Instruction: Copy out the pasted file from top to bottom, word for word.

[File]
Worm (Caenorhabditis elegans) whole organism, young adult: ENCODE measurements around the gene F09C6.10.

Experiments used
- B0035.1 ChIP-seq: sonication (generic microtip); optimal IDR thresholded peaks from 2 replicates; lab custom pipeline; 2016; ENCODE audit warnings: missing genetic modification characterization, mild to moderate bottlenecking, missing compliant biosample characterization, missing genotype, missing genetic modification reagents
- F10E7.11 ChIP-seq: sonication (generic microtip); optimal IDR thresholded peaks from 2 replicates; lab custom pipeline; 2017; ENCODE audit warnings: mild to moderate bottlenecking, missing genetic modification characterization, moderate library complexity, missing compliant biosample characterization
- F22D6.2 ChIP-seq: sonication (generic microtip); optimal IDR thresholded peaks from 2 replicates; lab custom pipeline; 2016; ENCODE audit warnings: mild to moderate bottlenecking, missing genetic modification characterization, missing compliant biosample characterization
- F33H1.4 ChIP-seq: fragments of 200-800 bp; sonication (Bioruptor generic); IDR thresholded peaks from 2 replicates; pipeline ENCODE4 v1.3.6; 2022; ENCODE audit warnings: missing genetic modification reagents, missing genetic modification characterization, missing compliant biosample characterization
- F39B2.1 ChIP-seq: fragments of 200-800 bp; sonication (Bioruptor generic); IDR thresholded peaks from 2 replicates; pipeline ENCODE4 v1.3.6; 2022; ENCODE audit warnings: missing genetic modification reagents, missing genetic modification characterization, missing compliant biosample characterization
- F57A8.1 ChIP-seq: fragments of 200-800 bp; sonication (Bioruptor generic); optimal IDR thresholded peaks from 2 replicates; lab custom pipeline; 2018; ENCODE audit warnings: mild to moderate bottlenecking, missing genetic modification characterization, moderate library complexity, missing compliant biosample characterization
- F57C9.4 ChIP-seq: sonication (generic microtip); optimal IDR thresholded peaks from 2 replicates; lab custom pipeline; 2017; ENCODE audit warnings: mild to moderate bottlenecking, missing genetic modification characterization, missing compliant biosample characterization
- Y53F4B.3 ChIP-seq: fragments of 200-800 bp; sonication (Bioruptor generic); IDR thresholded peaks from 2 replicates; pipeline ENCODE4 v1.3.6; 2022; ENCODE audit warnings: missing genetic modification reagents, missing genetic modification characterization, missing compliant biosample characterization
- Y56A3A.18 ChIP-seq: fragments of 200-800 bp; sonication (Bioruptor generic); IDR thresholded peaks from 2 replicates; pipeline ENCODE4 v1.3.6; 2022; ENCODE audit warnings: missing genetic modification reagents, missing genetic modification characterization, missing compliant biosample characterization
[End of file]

Worm (Caenorhabditis elegans) whole organism, young adult: ENCODE measurements around the gene F09C6.10.

Experiments used
- B0035.1 ChIP-seq: sonication (generic microtip); optimal IDR thresholded peaks from 2 replicates; lab custom pipeline; 2016; ENCODE audit warnings: missing genetic modification characterization, mild to moderate bottlenecking, missing compliant biosample characterization, missing genotype, missing genetic modification reagents
- F10E7.11 ChIP-seq: sonication (generic microtip); optimal IDR thresholded peaks from 2 replicates; lab custom pipeline; 2017; ENCODE audit warnings: mild to moderate bottlenecking, missing genetic modification characterization, moderate library complexity, missing compliant biosample characterization
- F22D6.2 ChIP-seq: sonication (generic microtip); optimal IDR thresholded peaks from 2 replicates; lab custom pipeline; 2016; ENCODE audit warnings: mild to moderate bottlenecking, missing genetic modification characterization, missing compliant biosample characterization
- F33H1.4 ChIP-seq: fragments of 200-800 bp; sonication (Bioruptor generic); IDR thresholded peaks from 2 replicates; pipeline ENCODE4 v1.3.6; 2022; ENCODE audit warnings: missing genetic modification reagents, missing genetic modification characterization, missing compliant biosample characterization
- F39B2.1 ChIP-seq: fragments of 200-800 bp; sonication (Bioruptor generic); IDR thresholded peaks from 2 replicates; pipeline ENCODE4 v1.3.6; 2022; ENCODE audit warnings: missing genetic modification reagents, missing genetic modification characterization, missing compliant biosample characterization
- F57A8.1 ChIP-seq: fragments of 200-800 bp; sonication (Bioruptor generic); optimal IDR thresholded peaks from 2 replicates; lab custom pipeline; 2018; ENCODE audit warnings: mild to moderate bottlenecking, missing genetic modification characterization, moderate library complexity, missing compliant biosample characterization
- F57C9.4 ChIP-seq: sonication (generic microtip); optimal IDR thresholded peaks from 2 replicates; lab custom pipeline; 2017; ENCODE audit warnings: mild to moderate bottlenecking, missing genetic modification characterization, missing compliant biosample characterization
- Y53F4B.3 ChIP-seq: fragments of 200-800 bp; sonication (Bioruptor generic); IDR thresholded peaks from 2 replicates; pipeline ENCODE4 v1.3.6; 2022; ENCODE audit warnings: missing genetic modification reagents, missing genetic modification characterization, missing compliant biosample characterization
- Y56A3A.18 ChIP-seq: fragments of 200-800 bp; sonication (Bioruptor generic); IDR thresholded peaks from 2 replicates; pipeline ENCODE4 v1.3.6; 2022; ENCODE audit warnings: missing genetic modification reagents, missing genetic modification characterization, missing compliant biosample characterization